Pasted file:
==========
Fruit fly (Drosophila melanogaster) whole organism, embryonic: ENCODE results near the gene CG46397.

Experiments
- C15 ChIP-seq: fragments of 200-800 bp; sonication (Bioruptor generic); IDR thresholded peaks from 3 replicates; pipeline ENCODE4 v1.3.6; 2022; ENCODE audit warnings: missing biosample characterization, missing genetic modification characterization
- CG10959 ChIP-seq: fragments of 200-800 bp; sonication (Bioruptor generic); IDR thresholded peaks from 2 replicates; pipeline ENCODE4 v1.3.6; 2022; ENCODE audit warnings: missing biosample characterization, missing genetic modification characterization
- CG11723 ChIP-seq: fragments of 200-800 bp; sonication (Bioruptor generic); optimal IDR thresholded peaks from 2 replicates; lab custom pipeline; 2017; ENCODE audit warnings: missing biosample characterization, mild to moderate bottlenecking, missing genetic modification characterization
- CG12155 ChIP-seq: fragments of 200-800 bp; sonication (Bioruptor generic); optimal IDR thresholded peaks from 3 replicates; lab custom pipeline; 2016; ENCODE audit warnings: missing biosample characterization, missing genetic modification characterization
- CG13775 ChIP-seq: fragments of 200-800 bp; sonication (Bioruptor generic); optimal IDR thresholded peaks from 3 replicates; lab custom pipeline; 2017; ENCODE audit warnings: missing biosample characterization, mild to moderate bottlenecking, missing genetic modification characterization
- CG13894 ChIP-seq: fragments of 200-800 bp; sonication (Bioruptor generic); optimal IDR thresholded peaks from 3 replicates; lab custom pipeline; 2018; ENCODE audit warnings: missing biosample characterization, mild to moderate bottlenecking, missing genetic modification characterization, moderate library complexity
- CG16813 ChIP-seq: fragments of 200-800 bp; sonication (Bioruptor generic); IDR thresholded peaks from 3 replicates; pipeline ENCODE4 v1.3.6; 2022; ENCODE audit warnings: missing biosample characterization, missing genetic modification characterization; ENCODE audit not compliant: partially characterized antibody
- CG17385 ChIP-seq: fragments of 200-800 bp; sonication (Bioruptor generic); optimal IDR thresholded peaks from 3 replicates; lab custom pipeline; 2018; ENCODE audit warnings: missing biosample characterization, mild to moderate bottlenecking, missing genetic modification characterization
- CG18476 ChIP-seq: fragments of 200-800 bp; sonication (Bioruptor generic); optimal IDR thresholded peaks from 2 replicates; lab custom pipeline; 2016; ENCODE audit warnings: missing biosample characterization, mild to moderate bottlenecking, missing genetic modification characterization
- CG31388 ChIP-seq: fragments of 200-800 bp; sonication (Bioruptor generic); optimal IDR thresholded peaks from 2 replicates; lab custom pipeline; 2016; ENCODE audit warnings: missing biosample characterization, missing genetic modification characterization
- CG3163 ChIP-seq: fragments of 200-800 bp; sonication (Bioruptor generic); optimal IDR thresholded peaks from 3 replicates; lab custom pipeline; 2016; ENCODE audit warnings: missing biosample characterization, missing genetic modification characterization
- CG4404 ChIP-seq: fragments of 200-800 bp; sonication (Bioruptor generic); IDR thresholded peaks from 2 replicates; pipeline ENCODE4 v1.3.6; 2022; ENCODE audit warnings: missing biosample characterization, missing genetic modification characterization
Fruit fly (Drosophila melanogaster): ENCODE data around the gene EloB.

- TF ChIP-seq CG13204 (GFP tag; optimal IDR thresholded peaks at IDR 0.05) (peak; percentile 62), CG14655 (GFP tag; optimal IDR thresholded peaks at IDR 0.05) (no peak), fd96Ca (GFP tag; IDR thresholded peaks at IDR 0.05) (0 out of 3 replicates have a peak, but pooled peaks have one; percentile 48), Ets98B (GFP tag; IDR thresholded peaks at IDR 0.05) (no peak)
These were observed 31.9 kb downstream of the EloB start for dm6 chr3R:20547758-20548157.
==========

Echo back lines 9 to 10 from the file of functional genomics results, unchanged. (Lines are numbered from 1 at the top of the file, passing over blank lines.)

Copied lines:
- CG16813 ChIP-seq: fragments of 200-800 bp; sonication (Bioruptor generic); IDR thresholded peaks from 3 replicates; pipeline ENCODE4 v1.3.6; 2022; ENCODE audit warnings: missing biosample characterization, missing genetic modification characterization; ENCODE audit not compliant: partially characterized antibody
- CG17385 ChIP-seq: fragments of 200-800 bp; sonication (Bioruptor generic); optimal IDR thresholded peaks from 3 replicates; lab custom pipeline; 2018; ENCODE audit warnings: missing biosample characterization, mild to moderate bottlenecking, missing genetic modification characterization